Powering Strong Communities

City of Chattanooga, EPB Announce Completion of Microgrid

The City of Chattanooga, Tenn., and the city’s public power utility, EPB, on May 25 marked the completion of a microgrid in Chattanooga.

The new microgrid at the Chattanooga Police Services Center and Fire Department administrative headquarters can generate and provide power in an emergency and sustain operations 24/7/365 with enough energy for fire and police functions at the location to respond to the needs of the Chattanooga community indefinitely.

Functions located at the Chattanooga Police Services Center and Fire Department administrative headquarters and served by the microgrid include additional services such as SWAT team, homicide, Chattanooga Fire Station 10, radio control center, city camera surveillance, and other critical communication infrastructure.

EPB's smart grid provides two pathways for power to reach the Chattanooga Police Services Center and Fire Department administrative headquarters, so the new microgrid will serve as the third line of defense should widespread outages affect Chattanooga.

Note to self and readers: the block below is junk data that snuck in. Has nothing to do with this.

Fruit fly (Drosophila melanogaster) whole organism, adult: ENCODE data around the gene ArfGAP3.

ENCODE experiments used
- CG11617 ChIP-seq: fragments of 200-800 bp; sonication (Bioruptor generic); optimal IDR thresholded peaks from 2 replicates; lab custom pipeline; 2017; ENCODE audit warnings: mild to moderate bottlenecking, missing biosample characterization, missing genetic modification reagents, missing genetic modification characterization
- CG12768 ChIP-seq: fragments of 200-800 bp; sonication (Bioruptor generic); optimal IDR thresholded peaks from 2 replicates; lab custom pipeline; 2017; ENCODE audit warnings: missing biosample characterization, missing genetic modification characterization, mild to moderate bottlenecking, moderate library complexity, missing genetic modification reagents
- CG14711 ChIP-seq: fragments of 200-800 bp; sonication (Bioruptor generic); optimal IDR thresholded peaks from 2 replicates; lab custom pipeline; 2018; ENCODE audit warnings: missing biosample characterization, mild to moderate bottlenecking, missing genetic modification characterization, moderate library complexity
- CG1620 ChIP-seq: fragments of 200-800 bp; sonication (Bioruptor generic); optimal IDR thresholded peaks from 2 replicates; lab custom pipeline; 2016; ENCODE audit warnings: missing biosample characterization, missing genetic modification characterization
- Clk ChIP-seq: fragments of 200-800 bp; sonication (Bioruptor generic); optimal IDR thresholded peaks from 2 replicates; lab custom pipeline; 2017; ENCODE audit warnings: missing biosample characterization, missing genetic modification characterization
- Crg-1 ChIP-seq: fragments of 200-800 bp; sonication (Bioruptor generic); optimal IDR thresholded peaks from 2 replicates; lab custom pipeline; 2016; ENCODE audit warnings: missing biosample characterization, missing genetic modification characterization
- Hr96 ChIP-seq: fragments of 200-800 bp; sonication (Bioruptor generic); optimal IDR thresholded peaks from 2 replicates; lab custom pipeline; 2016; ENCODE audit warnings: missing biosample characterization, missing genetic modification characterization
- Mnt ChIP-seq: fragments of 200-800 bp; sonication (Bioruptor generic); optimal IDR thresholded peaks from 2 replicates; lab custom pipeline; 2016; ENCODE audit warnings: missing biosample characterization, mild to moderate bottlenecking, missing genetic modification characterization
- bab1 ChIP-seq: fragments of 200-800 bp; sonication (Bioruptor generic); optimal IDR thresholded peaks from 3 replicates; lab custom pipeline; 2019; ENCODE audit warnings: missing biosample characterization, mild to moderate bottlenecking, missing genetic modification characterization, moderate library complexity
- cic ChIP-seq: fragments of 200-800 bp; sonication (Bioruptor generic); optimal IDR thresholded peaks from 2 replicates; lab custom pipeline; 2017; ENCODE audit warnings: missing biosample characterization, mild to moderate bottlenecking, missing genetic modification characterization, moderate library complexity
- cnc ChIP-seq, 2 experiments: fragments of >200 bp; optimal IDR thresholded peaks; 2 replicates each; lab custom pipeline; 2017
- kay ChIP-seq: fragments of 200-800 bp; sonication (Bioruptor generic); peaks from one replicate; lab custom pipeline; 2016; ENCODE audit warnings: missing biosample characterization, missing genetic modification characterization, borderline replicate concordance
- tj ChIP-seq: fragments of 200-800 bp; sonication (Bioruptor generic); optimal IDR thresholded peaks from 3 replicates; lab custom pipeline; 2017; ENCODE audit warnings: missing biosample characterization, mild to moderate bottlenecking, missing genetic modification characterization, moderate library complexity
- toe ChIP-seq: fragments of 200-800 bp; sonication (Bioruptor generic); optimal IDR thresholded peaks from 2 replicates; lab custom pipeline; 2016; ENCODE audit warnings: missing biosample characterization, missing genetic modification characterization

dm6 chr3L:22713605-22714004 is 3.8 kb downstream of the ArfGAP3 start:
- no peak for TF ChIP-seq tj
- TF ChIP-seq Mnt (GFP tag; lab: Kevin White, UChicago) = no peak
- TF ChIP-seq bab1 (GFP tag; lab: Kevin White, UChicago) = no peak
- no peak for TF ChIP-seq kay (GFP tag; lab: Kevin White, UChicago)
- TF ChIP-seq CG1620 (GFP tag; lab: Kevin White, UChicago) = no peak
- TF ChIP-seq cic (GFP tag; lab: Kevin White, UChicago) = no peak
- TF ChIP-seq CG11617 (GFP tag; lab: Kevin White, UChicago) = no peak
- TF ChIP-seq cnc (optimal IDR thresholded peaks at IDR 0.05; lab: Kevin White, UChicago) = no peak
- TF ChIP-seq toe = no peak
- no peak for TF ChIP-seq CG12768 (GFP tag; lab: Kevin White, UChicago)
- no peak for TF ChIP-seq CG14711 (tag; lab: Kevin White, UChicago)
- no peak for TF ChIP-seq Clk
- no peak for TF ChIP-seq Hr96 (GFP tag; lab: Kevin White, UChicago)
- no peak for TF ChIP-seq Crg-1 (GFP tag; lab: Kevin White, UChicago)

The microgrid includes two main generation and storage systems that reduce costs and allow both the City and EPB to recoup their investments more quickly:

  • Generation: The City of Chattanooga purchased a 200-kilowatt diesel generator and 155 kilowatts of solar panels (installed on the building roof); these were installed "behind the meter" and reduce the amount of energy consumed at the location, lowering its monthly bill by roughly 20 percent.
  • Storage: EPB invested in a 500-kilowatt battery to support the microgrid and other grid services; the battery is installed "in front of the meter" so it can be used to shave peak load during extremely hot or cold weather, reducing TVAs peak demand charge to EPB and keeping energy costs lower for local residents and businesses. (EPB does not shave peak load if severe weather is in the forecast; batteries are charged to capacity so they are prepared for an emergency.)

Because utilizing energy storage reliably reduces peak demand charges, EPB's investment will pay for itself within 6-7 years and will continue to provide value well beyond the cost of purchasing and installation.

EPB's smart grid has 1,200 smart switches, sensors and other devices on a 9,000-mile fiber optic backbone to reroute power automatically when a disruption is detected.

EPB continues to expand the EPB local energy mix with distributed energy resources across its 600-mile service region to improve power resiliency, business continuity for critical community resources and reduce costs for customers through peak demand management.

Several projects are being planned now, particularly in rural areas that take additional time to reach should the smart grid be unable to reroute power.